This is not the only complication. Funding is allocated according to academic excellence. Countries with better scientific traditions, and more investments in science, are more likely to win than others. It is sufficiently to think that the UK research institutions absorb almost half of the available EU funding in research and development activities whereas countries like Latvian have a very low number of projects funded.

As a result, a workshop on EU funding is definitely a good start. But to foster participation a few challenges have to be addressed.

Georgian researchers need to be motivated to apply for funding. How to do that? First is to convince people who have been taught that academic life and research is about teaching and sometimes writing that actually if they want money they need to participate in a competition.

Financial incentives have been reported to work, with Estonia introducing a preparation grant scheme, prizing non-funded applications that score over the threshold. This has brought a number of major projects, and millions, to the country. Lithuania is now trying to emulate this scheme to encourage its scientists to improve their performance. This has been attempted in Georgia as well but might not be enough.

EU project design is very specific, H2020 applications have a large component of management and business writing, with the need to outline work packages, milestones and explain the commercial or at least societal impact of a project.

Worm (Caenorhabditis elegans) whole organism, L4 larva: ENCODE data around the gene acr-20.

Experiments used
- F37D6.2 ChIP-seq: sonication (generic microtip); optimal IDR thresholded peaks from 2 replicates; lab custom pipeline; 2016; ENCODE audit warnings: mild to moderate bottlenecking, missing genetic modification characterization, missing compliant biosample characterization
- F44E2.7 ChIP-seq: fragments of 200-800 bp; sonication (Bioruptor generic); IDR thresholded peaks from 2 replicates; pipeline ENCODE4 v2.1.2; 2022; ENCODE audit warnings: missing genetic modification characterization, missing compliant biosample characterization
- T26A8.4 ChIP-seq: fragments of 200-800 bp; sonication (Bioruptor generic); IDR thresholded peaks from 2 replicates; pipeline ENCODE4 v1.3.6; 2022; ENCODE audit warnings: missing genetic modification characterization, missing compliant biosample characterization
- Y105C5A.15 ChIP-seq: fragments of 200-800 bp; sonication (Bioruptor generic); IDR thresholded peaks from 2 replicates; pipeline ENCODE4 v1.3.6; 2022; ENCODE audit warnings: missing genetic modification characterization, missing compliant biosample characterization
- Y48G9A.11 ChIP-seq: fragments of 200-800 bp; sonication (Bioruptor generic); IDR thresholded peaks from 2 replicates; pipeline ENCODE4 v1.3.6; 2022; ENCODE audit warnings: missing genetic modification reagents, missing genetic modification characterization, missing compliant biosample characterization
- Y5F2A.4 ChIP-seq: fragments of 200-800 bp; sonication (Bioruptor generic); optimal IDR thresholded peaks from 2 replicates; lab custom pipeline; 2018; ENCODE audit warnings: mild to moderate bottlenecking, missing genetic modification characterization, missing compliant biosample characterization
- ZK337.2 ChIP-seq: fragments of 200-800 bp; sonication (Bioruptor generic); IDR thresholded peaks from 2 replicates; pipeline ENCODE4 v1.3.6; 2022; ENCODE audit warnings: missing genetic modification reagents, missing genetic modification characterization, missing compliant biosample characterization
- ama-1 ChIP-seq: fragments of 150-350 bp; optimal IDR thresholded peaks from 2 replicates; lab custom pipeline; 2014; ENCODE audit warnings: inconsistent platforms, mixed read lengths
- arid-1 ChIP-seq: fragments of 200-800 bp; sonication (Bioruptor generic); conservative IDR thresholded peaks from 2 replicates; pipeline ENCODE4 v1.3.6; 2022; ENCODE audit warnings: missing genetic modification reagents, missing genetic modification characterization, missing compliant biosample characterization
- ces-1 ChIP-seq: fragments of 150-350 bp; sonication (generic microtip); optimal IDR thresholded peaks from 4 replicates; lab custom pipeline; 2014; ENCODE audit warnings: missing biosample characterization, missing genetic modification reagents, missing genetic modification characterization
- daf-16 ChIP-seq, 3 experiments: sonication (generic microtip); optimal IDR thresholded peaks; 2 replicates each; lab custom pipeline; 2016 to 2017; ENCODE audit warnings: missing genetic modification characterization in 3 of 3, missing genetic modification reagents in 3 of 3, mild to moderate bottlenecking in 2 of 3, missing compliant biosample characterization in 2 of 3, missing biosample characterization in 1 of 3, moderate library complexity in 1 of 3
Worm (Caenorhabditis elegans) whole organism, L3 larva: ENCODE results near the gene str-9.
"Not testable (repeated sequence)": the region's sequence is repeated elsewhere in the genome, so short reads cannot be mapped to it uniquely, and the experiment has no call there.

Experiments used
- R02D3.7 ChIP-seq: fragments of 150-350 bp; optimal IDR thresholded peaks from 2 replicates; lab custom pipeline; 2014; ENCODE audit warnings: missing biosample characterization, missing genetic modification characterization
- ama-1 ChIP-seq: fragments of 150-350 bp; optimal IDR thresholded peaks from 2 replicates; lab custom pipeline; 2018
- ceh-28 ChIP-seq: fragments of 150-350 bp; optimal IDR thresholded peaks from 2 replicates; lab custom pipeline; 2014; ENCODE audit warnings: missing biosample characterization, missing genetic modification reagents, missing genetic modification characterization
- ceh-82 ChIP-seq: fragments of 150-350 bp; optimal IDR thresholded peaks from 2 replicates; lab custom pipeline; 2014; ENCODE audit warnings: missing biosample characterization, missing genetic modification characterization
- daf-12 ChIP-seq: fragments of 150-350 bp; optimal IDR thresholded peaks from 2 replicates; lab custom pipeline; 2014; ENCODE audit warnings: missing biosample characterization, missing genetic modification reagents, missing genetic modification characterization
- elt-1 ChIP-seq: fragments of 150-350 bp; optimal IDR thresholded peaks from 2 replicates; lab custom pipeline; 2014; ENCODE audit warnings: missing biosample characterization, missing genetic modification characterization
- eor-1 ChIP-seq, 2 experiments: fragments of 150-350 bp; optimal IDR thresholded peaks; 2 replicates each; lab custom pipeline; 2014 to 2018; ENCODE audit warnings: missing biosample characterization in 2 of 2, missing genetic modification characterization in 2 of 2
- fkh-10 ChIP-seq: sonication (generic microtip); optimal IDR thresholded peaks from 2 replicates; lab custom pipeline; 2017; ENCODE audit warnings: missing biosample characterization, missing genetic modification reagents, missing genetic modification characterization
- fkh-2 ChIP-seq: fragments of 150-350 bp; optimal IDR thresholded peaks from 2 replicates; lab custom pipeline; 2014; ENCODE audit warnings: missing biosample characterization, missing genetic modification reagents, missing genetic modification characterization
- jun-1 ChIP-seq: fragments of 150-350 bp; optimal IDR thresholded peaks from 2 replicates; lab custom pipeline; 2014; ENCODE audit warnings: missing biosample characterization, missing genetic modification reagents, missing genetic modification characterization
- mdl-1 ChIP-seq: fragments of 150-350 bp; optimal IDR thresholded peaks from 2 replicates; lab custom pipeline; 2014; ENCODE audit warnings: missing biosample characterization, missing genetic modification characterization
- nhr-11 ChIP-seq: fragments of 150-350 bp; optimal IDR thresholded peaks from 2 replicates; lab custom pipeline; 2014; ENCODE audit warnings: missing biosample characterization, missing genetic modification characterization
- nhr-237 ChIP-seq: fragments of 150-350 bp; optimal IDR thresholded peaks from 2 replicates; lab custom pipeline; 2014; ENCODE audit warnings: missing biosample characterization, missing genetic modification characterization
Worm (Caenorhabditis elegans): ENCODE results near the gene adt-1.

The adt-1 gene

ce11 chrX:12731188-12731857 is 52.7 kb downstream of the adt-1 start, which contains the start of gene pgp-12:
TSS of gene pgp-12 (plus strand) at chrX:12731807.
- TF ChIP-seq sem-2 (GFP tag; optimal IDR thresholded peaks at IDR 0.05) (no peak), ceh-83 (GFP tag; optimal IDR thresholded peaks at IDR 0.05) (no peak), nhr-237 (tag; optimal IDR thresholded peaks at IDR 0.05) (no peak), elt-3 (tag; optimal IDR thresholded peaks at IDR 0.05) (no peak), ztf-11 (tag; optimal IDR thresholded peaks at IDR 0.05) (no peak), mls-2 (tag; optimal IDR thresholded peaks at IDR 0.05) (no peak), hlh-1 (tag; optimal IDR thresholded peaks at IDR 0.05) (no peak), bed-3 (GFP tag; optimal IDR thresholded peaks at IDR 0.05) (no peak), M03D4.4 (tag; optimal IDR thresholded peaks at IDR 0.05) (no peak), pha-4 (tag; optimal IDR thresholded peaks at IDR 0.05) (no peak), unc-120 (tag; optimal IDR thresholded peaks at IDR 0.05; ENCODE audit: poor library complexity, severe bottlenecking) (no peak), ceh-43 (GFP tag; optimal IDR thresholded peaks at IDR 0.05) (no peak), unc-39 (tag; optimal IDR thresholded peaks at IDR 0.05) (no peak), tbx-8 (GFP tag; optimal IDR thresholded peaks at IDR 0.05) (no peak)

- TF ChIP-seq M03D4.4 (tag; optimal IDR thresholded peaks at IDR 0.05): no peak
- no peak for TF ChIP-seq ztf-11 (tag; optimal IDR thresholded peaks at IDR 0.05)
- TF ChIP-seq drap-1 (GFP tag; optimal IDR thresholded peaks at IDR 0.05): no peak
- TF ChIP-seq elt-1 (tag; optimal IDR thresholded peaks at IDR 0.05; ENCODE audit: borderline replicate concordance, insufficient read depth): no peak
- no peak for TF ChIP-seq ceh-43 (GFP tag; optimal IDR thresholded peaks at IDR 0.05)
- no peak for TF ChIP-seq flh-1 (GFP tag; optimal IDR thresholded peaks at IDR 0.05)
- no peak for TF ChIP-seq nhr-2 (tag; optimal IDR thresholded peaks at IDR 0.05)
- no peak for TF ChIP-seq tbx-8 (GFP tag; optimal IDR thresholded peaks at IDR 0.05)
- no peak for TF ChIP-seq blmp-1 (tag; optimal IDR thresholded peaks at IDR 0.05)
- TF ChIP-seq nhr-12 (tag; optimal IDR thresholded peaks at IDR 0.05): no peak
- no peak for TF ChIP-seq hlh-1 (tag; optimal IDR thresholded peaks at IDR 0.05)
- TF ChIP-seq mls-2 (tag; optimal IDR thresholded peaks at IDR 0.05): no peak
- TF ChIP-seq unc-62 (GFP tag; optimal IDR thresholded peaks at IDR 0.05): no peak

While this can be seen as a good way to bring academics back to earth, it requires academics to become entrepreneurs. Now, if people are in academia rather than in business it is because they have a certain state of mind. Change is possible but will take time (and possibly generations).

Once we have all this, academics need to be strongly motivated. Most EU-funded projects require an immense effort in terms of planning, design, creation of a consortium, learning of administrative procedures and even creation of new legal documents that are sometimes not in use in a university, and I speak out of personal experience. Who is willing to embark into this adventure?

Early career researchers have the ambition, not to say necessity, to proof themselves and are easier to convince. But have little experience or capacity to do that. More advanced researchers are already established and do not necessarily need extra funding or confirmation, they already have their capital.

Once the right people are identified, they need to be prepared and trained into quality writing. They also need to be trained into how to identify partners, strategically manage projects and identify opportunities. This is not an easy task and it remains unclear how long will it take to Georgian scientists to learn the rules of the (new) game.

Once this is done, Georgian scientists will face fierce competition by their UK, Netherlands, German, French or Italian counterparts. This might mean that it will take a few years before a Georgian scientist is able to lead a major European consortium.

Building capacity is a slow process and passes for a long learning phase. Ultimately, being a member, rather than the leader, of a consortium would enable Georgian scientists to gather experience, contacts and strategic thinking necessary to prepare a major project. This has been the learning process of most new EU members and is likely to be similar for Georgia.

But Georgian scientists, and institutions, could be (and had been) members of scientific consortia also before the signature of the recent agreement. A conservative estimate on the current situation would suggest that to see the effects of this agreement, beyond the declarative and diplomatic ones, one might have to wait for years.

But conservative estimates can be challenged, and proved wrong, a thing that is now the next task for Georgia and its national scientists.